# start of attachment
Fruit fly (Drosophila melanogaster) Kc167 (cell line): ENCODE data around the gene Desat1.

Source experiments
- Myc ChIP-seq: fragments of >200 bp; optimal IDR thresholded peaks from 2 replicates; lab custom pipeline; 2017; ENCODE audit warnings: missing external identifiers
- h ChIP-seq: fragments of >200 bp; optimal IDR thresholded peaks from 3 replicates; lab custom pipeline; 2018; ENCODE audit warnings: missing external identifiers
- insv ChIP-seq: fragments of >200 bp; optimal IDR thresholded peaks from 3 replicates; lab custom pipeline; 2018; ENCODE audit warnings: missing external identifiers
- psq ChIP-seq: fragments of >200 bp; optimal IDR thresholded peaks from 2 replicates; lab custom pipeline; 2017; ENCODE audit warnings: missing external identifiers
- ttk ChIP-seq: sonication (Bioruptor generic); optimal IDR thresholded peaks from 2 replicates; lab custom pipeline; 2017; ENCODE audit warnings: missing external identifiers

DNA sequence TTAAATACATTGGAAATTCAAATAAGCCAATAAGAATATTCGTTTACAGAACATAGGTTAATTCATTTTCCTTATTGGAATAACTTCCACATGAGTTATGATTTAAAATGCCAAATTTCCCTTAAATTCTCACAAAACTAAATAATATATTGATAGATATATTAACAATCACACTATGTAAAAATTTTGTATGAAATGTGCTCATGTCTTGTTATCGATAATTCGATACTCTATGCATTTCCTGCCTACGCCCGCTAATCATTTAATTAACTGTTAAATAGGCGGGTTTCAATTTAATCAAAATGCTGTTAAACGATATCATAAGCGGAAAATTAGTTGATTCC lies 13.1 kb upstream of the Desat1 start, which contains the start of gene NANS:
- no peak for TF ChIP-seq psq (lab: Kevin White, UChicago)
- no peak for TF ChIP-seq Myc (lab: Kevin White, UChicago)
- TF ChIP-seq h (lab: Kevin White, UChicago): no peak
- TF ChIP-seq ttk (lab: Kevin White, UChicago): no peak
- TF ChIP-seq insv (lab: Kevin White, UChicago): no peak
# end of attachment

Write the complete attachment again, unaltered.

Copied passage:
Fruit fly (Drosophila melanogaster) Kc167 (cell line): ENCODE data around the gene Desat1.

Source experiments
- Myc ChIP-seq: fragments of >200 bp; optimal IDR thresholded peaks from 2 replicates; lab custom pipeline; 2017; ENCODE audit warnings: missing external identifiers
- h ChIP-seq: fragments of >200 bp; optimal IDR thresholded peaks from 3 replicates; lab custom pipeline; 2018; ENCODE audit warnings: missing external identifiers
- insv ChIP-seq: fragments of >200 bp; optimal IDR thresholded peaks from 3 replicates; lab custom pipeline; 2018; ENCODE audit warnings: missing external identifiers
- psq ChIP-seq: fragments of >200 bp; optimal IDR thresholded peaks from 2 replicates; lab custom pipeline; 2017; ENCODE audit warnings: missing external identifiers
- ttk ChIP-seq: sonication (Bioruptor generic); optimal IDR thresholded peaks from 2 replicates; lab custom pipeline; 2017; ENCODE audit warnings: missing external identifiers

DNA sequence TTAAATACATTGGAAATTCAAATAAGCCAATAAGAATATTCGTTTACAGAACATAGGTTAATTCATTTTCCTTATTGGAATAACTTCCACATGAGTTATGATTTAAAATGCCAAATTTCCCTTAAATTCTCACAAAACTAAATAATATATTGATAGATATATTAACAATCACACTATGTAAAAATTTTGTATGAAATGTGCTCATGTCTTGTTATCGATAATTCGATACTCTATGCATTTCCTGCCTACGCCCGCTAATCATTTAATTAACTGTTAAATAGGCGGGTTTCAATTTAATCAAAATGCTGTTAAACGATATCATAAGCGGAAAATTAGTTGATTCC lies 13.1 kb upstream of the Desat1 start, which contains the start of gene NANS:
- no peak for TF ChIP-seq psq (lab: Kevin White, UChicago)
- no peak for TF ChIP-seq Myc (lab: Kevin White, UChicago)
- TF ChIP-seq h (lab: Kevin White, UChicago): no peak
- TF ChIP-seq ttk (lab: Kevin White, UChicago): no peak
- TF ChIP-seq insv (lab: Kevin White, UChicago): no peak